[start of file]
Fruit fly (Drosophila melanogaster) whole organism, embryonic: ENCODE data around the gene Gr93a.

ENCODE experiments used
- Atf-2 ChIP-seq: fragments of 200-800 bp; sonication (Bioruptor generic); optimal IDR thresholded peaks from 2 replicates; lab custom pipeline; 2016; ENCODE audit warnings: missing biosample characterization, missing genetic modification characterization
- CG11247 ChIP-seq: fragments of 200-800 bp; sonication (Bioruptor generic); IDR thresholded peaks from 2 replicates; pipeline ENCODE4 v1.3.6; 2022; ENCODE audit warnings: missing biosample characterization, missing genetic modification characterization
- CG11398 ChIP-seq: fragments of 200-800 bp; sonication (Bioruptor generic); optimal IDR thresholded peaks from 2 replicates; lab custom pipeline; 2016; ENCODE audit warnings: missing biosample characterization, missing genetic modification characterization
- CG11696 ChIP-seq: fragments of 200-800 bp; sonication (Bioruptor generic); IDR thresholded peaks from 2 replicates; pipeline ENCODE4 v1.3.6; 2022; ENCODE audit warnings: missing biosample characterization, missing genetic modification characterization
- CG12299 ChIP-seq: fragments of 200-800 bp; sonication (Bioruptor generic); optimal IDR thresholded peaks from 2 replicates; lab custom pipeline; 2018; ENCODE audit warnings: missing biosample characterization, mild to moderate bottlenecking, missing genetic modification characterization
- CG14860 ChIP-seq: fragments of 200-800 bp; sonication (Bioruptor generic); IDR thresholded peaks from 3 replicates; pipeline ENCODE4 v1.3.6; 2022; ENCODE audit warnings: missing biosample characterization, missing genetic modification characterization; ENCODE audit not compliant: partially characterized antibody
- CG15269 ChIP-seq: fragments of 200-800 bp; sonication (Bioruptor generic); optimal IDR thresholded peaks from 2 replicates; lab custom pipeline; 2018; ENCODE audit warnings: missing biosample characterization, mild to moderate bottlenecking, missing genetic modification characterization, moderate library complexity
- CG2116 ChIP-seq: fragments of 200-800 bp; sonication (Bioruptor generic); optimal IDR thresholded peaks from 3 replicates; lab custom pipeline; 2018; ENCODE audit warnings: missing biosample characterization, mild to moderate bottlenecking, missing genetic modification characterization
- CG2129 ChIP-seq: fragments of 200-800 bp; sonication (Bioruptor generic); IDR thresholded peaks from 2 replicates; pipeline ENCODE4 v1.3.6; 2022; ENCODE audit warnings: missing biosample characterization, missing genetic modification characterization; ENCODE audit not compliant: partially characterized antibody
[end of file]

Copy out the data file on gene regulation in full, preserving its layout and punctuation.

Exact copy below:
Fruit fly (Drosophila melanogaster) whole organism, embryonic: ENCODE data around the gene Gr93a.

ENCODE experiments used
- Atf-2 ChIP-seq: fragments of 200-800 bp; sonication (Bioruptor generic); optimal IDR thresholded peaks from 2 replicates; lab custom pipeline; 2016; ENCODE audit warnings: missing biosample characterization, missing genetic modification characterization
- CG11247 ChIP-seq: fragments of 200-800 bp; sonication (Bioruptor generic); IDR thresholded peaks from 2 replicates; pipeline ENCODE4 v1.3.6; 2022; ENCODE audit warnings: missing biosample characterization, missing genetic modification characterization
- CG11398 ChIP-seq: fragments of 200-800 bp; sonication (Bioruptor generic); optimal IDR thresholded peaks from 2 replicates; lab custom pipeline; 2016; ENCODE audit warnings: missing biosample characterization, missing genetic modification characterization
- CG11696 ChIP-seq: fragments of 200-800 bp; sonication (Bioruptor generic); IDR thresholded peaks from 2 replicates; pipeline ENCODE4 v1.3.6; 2022; ENCODE audit warnings: missing biosample characterization, missing genetic modification characterization
- CG12299 ChIP-seq: fragments of 200-800 bp; sonication (Bioruptor generic); optimal IDR thresholded peaks from 2 replicates; lab custom pipeline; 2018; ENCODE audit warnings: missing biosample characterization, mild to moderate bottlenecking, missing genetic modification characterization
- CG14860 ChIP-seq: fragments of 200-800 bp; sonication (Bioruptor generic); IDR thresholded peaks from 3 replicates; pipeline ENCODE4 v1.3.6; 2022; ENCODE audit warnings: missing biosample characterization, missing genetic modification characterization; ENCODE audit not compliant: partially characterized antibody
- CG15269 ChIP-seq: fragments of 200-800 bp; sonication (Bioruptor generic); optimal IDR thresholded peaks from 2 replicates; lab custom pipeline; 2018; ENCODE audit warnings: missing biosample characterization, mild to moderate bottlenecking, missing genetic modification characterization, moderate library complexity
- CG2116 ChIP-seq: fragments of 200-800 bp; sonication (Bioruptor generic); optimal IDR thresholded peaks from 3 replicates; lab custom pipeline; 2018; ENCODE audit warnings: missing biosample characterization, mild to moderate bottlenecking, missing genetic modification characterization
- CG2129 ChIP-seq: fragments of 200-800 bp; sonication (Bioruptor generic); IDR thresholded peaks from 2 replicates; pipeline ENCODE4 v1.3.6; 2022; ENCODE audit warnings: missing biosample characterization, missing genetic modification characterization; ENCODE audit not compliant: partially characterized antibody